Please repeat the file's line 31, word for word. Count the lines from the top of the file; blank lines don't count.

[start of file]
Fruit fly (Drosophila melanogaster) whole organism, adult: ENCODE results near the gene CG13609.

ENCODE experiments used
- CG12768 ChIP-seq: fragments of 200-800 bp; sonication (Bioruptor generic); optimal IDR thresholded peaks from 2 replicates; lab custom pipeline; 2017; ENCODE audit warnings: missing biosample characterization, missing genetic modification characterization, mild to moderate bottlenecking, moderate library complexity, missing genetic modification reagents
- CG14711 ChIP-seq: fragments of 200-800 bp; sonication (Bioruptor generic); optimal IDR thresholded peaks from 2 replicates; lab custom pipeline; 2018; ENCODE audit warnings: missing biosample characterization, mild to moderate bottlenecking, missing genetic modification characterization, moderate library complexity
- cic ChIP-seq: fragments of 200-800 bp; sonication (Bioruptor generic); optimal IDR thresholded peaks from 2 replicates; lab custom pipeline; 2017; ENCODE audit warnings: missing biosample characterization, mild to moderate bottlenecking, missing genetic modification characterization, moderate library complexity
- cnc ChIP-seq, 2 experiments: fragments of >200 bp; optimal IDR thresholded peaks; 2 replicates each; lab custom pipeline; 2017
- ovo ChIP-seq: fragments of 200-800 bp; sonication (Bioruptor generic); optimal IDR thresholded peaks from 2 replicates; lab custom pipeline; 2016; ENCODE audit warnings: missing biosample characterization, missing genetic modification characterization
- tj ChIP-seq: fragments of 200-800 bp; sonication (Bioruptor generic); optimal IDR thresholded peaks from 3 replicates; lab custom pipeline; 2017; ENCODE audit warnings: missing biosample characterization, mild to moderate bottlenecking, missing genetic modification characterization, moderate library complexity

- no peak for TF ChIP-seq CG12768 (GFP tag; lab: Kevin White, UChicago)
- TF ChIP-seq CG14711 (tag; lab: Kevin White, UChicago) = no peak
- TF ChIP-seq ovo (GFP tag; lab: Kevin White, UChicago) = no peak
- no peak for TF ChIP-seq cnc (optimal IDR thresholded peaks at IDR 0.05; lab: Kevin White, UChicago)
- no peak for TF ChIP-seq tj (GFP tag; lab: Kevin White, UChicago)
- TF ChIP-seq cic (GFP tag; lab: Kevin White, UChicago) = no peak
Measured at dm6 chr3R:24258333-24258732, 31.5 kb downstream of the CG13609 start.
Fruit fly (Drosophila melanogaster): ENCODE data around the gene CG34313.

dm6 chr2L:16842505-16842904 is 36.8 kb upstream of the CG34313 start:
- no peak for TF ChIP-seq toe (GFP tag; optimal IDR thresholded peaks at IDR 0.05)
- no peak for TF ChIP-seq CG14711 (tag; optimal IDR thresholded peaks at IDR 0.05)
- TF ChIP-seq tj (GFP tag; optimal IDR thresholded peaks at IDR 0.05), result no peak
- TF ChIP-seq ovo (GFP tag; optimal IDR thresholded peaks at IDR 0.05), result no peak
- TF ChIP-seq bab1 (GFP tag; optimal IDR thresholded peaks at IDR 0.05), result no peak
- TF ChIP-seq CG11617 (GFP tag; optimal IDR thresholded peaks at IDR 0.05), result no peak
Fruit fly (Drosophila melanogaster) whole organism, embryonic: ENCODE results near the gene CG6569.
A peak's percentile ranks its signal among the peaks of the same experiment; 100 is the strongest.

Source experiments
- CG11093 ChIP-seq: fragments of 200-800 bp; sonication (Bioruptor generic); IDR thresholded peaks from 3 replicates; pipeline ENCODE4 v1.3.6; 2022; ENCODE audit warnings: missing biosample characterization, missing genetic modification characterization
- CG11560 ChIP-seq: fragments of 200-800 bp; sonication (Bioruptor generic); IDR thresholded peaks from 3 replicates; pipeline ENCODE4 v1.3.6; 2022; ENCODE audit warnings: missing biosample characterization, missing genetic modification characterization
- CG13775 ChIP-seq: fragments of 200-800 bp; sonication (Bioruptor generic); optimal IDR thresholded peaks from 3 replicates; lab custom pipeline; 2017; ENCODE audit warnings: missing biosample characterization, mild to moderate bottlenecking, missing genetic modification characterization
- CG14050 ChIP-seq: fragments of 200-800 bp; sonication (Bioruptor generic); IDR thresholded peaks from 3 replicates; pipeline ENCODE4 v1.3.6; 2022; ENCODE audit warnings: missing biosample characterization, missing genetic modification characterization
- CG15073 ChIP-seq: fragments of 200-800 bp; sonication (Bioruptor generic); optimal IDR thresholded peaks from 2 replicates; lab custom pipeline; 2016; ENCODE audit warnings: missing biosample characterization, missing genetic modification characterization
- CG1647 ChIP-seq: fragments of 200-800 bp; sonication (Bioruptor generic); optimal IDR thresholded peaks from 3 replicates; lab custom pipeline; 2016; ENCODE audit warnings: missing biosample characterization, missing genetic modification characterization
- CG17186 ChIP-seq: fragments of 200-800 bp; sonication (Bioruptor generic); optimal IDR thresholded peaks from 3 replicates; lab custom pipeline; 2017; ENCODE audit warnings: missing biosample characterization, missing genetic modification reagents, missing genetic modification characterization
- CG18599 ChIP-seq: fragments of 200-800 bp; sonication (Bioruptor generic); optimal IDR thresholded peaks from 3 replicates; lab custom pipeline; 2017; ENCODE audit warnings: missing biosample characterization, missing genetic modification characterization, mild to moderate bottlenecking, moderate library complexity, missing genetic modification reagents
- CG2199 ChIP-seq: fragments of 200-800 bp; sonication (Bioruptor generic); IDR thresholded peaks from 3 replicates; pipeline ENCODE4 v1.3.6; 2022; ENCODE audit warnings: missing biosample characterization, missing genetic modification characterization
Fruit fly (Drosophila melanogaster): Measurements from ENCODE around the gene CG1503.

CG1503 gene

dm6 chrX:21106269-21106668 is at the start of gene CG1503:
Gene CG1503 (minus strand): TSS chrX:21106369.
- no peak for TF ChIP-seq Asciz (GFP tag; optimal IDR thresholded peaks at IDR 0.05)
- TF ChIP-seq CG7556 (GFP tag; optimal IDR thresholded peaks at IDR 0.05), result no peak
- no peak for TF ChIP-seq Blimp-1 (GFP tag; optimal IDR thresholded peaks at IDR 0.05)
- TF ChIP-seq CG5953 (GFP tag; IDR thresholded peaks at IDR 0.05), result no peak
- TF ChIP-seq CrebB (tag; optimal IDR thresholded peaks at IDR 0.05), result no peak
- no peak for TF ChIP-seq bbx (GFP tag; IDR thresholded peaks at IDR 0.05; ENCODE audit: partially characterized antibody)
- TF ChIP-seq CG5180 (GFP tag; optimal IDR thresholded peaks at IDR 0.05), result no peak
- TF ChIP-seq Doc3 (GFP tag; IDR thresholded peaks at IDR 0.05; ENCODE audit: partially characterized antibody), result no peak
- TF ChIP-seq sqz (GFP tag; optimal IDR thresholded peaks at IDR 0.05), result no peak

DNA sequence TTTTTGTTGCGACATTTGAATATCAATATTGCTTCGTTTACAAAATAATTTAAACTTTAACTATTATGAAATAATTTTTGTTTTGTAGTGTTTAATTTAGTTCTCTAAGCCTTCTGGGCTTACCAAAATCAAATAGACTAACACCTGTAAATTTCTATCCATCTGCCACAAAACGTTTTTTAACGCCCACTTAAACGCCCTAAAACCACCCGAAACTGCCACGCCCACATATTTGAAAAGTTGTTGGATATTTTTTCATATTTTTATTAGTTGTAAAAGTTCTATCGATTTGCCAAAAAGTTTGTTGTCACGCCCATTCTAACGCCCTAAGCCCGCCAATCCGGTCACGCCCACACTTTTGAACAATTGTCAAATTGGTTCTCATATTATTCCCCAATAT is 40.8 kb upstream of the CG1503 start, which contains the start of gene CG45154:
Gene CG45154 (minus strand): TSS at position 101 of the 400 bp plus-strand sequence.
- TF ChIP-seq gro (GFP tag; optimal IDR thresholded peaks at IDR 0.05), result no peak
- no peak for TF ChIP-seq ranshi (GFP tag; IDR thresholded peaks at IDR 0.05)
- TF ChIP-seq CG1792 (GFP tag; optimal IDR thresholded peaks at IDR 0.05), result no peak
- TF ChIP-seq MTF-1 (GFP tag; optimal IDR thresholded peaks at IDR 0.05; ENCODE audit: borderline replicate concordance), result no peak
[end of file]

- CG15073 ChIP-seq: fragments of 200-800 bp; sonication (Bioruptor generic); optimal IDR thresholded peaks from 2 replicates; lab custom pipeline; 2016; ENCODE audit warnings: missing biosample characterization, missing genetic modification characterization